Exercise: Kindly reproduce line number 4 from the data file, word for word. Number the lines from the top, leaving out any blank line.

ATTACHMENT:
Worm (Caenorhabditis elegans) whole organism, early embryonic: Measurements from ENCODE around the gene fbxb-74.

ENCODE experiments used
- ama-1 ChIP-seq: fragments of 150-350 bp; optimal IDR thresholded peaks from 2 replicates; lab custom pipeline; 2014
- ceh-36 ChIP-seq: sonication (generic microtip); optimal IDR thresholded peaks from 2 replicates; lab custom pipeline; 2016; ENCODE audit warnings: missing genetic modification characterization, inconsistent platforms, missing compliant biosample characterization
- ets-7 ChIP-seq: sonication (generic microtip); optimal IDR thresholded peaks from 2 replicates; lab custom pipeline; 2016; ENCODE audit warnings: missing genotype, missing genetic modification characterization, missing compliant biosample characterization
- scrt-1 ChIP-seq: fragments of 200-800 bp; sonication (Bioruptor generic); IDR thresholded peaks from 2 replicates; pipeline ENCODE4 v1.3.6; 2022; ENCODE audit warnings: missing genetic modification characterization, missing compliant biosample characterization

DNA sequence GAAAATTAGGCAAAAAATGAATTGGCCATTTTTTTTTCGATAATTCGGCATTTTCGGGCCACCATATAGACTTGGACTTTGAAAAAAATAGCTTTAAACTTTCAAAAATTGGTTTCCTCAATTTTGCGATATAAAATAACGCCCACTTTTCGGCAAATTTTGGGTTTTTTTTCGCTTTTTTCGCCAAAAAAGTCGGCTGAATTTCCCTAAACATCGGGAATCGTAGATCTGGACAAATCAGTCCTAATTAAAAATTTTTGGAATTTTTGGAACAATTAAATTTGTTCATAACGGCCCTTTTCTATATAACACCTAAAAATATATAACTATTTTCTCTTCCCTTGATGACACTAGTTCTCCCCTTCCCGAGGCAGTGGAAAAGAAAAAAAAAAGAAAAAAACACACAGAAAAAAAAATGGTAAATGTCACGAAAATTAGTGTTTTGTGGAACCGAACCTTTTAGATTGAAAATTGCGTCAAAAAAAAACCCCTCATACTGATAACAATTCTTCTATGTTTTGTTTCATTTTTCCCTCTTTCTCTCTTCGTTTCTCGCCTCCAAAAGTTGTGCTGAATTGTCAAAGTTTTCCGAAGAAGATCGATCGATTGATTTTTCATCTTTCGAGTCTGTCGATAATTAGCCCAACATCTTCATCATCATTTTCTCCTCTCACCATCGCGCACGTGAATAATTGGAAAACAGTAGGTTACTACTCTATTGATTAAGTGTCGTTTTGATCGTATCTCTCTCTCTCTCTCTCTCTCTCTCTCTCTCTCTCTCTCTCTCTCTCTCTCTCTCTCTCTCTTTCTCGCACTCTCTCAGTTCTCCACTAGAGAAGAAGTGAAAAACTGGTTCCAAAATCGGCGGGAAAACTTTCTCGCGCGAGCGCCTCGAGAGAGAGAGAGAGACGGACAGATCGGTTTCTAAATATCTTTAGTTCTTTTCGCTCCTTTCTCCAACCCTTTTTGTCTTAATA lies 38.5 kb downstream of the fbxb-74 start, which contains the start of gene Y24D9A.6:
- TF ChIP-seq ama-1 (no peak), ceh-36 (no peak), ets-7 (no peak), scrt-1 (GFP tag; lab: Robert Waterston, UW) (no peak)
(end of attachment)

- ceh-36 ChIP-seq: sonication (generic microtip); optimal IDR thresholded peaks from 2 replicates; lab custom pipeline; 2016; ENCODE audit warnings: missing genetic modification characterization, inconsistent platforms, missing compliant biosample characterization